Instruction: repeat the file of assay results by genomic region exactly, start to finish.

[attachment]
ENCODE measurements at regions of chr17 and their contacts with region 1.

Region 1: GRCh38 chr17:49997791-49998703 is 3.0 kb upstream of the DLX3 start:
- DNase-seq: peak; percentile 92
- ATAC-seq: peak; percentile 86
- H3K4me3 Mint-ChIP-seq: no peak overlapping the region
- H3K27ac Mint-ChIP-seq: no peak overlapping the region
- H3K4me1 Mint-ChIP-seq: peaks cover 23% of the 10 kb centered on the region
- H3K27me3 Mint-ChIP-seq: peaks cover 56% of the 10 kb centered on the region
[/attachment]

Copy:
ENCODE measurements at regions of chr17 and their contacts with region 1.

Region 1: GRCh38 chr17:49997791-49998703 is 3.0 kb upstream of the DLX3 start:
- DNase-seq: peak; percentile 92
- ATAC-seq: peak; percentile 86
- H3K4me3 Mint-ChIP-seq: no peak overlapping the region
- H3K27ac Mint-ChIP-seq: no peak overlapping the region
- H3K4me1 Mint-ChIP-seq: peaks cover 23% of the 10 kb centered on the region
- H3K27me3 Mint-ChIP-seq: peaks cover 56% of the 10 kb centered on the region